Why is this blatant example of wildlife crime not being tackled? It is not as if the powers to do so are lacking. There are severe penalties for damaging a Special Area of Conservation. Under European Communities (Birds and Natural Habitats) Regulations 2011 “such person shall be liable on summary conviction to a Class A fine or to imprisonment for a term not exceeding six months or to both, or on conviction on indictment to a fine not exceeding €500,000 or to imprisonment for a term not exceeding three years or to both.’’

Butterfly Conservation Ireland has written to the Minister at the Minister of State at the Department of Culture, Heritage and the Gaeltacht and at the Department of Housing, Planning and Local Government, Malcolm Noonan, to see what he intends doing about this illegal destruction.

The National Parks and Wildlife Service contains some excellent, dedicated staff who tackle some very difficult issues. Given the right support, the staff would have the additional confidence needed to tackle these important challenges. The culture in the organisation must change so that it can protect our habitats. This lead must come from the government.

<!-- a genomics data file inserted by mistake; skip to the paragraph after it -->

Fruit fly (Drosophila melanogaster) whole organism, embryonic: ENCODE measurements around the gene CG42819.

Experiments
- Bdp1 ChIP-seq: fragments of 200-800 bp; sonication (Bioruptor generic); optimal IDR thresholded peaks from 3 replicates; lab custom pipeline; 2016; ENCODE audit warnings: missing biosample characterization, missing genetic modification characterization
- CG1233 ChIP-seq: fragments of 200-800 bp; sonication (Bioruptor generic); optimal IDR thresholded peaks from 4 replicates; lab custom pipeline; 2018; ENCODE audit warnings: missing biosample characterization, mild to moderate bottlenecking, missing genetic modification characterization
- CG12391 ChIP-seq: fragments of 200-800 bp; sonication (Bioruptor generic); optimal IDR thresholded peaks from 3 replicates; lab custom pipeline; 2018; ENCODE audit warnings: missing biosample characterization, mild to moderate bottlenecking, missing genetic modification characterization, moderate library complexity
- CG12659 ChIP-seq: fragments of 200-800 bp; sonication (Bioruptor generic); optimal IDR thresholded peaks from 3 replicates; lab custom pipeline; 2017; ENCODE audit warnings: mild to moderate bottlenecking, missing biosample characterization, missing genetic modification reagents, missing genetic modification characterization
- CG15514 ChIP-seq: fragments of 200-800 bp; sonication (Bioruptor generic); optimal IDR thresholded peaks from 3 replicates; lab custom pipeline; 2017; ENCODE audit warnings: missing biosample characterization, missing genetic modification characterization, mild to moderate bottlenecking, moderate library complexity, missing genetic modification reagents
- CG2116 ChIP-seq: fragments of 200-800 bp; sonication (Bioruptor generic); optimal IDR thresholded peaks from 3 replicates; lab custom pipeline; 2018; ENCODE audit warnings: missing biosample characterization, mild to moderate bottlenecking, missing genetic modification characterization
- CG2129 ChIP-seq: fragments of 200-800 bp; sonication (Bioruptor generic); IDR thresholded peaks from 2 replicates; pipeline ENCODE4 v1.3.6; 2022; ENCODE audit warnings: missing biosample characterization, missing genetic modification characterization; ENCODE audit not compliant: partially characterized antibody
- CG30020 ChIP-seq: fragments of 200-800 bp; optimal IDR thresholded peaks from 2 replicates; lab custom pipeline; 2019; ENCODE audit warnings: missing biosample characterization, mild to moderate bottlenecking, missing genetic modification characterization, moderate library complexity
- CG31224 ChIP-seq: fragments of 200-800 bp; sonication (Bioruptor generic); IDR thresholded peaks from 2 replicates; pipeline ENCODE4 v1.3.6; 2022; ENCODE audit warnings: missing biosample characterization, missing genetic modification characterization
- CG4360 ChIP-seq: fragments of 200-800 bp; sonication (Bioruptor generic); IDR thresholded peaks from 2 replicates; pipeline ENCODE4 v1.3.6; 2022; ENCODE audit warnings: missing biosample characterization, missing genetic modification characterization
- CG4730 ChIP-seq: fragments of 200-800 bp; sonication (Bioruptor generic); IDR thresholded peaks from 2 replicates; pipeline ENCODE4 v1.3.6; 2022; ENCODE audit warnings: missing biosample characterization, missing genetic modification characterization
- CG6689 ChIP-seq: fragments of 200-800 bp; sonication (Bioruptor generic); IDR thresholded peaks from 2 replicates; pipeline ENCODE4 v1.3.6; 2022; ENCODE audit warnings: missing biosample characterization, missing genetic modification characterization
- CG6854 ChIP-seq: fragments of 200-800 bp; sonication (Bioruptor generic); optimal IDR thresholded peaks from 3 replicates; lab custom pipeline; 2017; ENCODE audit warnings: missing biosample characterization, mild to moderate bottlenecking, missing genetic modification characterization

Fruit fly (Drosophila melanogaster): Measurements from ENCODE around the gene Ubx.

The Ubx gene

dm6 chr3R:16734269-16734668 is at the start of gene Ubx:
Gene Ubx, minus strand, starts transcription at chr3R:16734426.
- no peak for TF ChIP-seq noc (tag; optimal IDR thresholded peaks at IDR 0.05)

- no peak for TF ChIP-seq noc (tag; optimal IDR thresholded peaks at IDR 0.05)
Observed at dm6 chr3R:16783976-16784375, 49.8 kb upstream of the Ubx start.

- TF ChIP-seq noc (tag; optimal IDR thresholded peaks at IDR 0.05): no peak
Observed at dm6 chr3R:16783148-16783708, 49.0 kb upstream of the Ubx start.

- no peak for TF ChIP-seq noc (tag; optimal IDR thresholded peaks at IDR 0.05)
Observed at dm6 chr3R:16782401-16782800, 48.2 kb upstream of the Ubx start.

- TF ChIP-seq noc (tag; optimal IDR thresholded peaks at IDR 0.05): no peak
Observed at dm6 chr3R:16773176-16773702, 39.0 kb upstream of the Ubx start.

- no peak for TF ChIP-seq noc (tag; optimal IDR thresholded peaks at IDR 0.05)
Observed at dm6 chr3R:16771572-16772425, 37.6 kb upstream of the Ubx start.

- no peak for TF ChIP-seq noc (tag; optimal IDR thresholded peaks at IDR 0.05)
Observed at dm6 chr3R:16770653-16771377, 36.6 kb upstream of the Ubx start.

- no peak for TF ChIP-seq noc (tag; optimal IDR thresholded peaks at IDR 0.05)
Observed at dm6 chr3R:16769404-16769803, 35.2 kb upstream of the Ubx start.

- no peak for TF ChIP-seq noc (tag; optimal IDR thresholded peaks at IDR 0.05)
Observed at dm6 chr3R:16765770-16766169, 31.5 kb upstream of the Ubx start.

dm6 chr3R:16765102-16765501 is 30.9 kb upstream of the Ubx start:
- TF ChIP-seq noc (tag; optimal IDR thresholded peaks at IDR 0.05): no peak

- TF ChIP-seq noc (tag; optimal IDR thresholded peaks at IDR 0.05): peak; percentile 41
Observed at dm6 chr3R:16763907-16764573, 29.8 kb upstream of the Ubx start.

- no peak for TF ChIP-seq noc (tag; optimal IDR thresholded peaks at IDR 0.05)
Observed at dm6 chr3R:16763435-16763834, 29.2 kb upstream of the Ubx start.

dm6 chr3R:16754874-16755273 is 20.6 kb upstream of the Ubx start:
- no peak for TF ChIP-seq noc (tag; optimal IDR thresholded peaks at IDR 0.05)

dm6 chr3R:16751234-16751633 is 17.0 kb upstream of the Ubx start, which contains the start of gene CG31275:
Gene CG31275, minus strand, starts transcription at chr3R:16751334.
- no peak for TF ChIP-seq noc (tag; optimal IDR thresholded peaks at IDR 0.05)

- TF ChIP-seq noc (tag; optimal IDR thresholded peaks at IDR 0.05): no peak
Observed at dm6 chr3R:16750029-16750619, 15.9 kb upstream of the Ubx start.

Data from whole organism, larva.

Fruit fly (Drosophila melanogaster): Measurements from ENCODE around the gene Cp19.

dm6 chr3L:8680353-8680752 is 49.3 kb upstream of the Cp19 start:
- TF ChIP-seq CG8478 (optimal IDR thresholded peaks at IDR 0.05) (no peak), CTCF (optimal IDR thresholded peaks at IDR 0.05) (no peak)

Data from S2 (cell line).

Many of our most threatened bird species breed on bogs and other wetland types. The same can be said for some of our rarer butterflies. Unless the protection of our habitats is enforced, we will almost certainly be looking at the extinction of some bird and butterfly species locally and even nationally.

Words are not enough. Action now.

The photographs below show the ongoing damage being done to raised bogs.

August Butterflies

A drenching in June and July has not helped our butterflies but the good news for gardeners is that the big influx of butterflies into our gardens typically takes place in August up to mid-September. For those of you who are doing the National Garden Butterfly Survey, keep a special lookout on sunny days over the coming weeks. The form is here: National Garden Butterfly Survey

Here are a selection of butterflies to look for in your garden now.

All photographs © J.Harding.

The Silver-washed Fritillary (a female is shown here) is the only fritillary that is recorded in gardens although it does not appear very often. A female was recorded recently in a garden in Castleknock, County Dublin. It may have wandered in from the Furry Glen in the Phoenix Park.
This is a female Holly Blue. Holly Blues love gardens. It really is a garden butterfly; it will complete its entire life cycle in a garden containing holly and ivy.
This Peacock butterfly is feeding on Common Ragwort growing in a garden. Expect peak numbers in the last two weeks of August.